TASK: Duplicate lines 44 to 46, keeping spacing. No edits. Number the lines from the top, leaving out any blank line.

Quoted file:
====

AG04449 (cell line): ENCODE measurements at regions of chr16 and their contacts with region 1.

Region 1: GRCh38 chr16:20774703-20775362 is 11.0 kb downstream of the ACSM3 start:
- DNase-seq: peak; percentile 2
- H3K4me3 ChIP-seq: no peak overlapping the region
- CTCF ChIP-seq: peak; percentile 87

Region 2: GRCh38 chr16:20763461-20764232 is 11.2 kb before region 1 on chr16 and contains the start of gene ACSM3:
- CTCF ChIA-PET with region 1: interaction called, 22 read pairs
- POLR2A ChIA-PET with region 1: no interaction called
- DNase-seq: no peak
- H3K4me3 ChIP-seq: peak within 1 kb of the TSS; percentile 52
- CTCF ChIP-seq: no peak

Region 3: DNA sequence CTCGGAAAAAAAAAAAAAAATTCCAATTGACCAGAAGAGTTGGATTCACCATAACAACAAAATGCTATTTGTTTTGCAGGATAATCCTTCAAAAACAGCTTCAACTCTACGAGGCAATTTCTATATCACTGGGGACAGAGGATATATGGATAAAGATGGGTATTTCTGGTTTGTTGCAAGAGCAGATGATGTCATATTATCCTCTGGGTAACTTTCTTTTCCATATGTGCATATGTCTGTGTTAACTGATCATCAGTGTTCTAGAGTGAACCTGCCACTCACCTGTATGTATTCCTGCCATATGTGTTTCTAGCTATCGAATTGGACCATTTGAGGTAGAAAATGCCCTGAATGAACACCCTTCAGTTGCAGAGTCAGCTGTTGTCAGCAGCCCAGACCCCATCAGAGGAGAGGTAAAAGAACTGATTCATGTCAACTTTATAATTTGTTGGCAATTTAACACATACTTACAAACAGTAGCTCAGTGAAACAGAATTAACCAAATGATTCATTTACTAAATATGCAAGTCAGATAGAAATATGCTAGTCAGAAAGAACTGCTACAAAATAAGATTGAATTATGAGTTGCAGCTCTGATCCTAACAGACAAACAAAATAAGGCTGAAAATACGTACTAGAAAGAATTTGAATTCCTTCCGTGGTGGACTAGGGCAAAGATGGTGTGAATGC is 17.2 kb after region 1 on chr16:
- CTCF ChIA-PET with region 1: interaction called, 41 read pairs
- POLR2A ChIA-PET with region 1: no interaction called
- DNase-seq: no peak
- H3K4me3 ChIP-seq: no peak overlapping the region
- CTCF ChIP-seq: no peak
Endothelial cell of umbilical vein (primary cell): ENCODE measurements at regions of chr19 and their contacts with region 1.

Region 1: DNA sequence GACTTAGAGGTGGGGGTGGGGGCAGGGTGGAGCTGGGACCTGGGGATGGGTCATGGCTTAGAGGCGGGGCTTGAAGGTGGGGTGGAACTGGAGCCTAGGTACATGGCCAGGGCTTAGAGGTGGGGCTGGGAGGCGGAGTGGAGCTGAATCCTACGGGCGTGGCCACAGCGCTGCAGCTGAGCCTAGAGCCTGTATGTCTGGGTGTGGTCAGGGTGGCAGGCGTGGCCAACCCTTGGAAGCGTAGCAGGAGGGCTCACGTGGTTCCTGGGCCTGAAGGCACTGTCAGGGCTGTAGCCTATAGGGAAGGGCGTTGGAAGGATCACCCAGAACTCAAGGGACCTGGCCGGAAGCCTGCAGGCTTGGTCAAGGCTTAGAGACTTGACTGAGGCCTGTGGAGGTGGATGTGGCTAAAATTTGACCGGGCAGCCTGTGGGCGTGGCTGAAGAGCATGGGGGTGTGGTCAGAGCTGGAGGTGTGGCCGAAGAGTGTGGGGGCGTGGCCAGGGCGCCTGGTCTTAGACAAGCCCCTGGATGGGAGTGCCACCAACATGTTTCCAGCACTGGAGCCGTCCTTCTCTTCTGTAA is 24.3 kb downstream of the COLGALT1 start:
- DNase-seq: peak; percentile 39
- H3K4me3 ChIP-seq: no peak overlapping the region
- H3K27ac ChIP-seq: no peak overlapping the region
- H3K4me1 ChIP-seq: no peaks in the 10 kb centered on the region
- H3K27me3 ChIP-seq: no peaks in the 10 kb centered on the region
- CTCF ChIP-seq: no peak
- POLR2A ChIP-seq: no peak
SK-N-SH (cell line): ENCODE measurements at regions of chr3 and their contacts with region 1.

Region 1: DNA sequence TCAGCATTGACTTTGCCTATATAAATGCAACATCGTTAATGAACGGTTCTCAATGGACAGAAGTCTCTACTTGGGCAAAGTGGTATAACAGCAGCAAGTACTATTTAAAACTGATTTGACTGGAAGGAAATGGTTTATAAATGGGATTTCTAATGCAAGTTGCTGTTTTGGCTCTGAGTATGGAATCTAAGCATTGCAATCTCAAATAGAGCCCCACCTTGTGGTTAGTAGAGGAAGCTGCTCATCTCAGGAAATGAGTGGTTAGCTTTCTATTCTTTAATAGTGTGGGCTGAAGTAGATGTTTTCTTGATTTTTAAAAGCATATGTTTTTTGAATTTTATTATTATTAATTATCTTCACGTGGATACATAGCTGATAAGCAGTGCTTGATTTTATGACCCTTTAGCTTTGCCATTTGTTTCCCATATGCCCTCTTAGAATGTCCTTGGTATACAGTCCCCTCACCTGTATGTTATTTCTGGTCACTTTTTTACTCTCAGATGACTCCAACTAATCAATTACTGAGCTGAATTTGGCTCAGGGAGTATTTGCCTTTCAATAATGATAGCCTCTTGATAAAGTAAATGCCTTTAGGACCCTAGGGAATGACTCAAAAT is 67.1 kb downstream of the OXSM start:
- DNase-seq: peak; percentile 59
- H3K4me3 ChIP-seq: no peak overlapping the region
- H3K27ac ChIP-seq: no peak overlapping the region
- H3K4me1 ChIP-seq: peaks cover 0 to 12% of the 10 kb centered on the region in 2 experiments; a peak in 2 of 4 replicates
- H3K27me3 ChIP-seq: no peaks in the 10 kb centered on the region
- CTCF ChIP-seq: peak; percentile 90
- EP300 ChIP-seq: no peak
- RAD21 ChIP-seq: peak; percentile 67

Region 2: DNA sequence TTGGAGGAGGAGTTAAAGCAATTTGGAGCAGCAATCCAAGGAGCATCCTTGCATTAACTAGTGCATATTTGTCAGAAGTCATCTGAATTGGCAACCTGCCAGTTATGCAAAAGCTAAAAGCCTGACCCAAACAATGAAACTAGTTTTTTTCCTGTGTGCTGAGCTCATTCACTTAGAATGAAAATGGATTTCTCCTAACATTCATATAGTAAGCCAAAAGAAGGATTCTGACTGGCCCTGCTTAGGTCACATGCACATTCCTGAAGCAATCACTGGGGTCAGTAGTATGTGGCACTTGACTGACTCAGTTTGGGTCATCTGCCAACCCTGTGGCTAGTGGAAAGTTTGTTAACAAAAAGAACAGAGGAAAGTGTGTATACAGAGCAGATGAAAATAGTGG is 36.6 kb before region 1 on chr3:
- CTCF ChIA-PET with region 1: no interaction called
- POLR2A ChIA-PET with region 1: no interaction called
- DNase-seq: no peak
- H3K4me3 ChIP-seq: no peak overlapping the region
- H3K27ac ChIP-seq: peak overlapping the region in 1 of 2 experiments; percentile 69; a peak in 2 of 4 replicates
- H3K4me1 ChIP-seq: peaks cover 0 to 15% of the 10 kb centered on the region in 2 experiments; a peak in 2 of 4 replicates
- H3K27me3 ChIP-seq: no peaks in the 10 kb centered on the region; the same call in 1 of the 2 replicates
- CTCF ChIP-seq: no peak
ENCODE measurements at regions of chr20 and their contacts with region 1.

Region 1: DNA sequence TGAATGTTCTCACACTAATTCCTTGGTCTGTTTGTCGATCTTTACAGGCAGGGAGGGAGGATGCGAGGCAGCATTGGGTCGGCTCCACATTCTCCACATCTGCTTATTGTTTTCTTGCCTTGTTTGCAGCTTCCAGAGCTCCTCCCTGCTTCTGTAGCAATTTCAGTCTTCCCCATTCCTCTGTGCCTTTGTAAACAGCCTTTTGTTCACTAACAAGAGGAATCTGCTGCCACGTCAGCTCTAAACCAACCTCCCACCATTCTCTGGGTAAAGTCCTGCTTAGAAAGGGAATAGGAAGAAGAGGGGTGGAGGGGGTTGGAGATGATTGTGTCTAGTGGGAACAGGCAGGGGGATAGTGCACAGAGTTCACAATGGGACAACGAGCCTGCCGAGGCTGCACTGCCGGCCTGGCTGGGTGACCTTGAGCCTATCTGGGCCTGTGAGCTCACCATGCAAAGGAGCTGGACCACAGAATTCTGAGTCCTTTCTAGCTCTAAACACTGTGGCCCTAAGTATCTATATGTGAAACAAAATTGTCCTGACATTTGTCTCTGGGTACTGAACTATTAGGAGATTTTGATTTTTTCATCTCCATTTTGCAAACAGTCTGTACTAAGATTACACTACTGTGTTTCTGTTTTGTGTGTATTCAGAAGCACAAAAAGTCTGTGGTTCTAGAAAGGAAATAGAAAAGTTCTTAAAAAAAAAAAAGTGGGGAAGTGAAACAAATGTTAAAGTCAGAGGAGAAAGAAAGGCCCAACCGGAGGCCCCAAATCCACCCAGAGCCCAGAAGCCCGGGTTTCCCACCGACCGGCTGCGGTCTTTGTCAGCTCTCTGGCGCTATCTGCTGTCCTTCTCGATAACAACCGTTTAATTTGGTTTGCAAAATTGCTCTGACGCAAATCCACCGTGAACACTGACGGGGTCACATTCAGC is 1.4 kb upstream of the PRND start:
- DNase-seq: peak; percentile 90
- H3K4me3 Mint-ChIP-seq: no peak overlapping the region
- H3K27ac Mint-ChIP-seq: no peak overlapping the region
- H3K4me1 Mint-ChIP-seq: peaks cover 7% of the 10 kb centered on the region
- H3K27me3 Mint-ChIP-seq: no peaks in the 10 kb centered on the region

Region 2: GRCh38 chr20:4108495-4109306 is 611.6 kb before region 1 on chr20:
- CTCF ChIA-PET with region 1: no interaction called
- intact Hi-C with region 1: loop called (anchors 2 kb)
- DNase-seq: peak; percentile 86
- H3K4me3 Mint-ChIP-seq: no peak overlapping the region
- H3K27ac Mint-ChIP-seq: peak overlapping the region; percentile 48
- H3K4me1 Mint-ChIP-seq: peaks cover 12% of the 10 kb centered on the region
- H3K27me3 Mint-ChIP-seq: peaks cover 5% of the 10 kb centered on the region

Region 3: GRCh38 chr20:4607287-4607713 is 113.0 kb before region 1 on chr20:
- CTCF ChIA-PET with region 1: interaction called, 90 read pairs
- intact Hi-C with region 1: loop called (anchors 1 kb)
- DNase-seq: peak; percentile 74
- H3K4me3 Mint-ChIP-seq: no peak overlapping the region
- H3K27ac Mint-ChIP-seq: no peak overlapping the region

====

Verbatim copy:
- H3K27me3 ChIP-seq: no peaks in the 10 kb centered on the region; the same call in 1 of the 2 replicates
- CTCF ChIP-seq: no peak
ENCODE measurements at regions of chr20 and their contacts with region 1.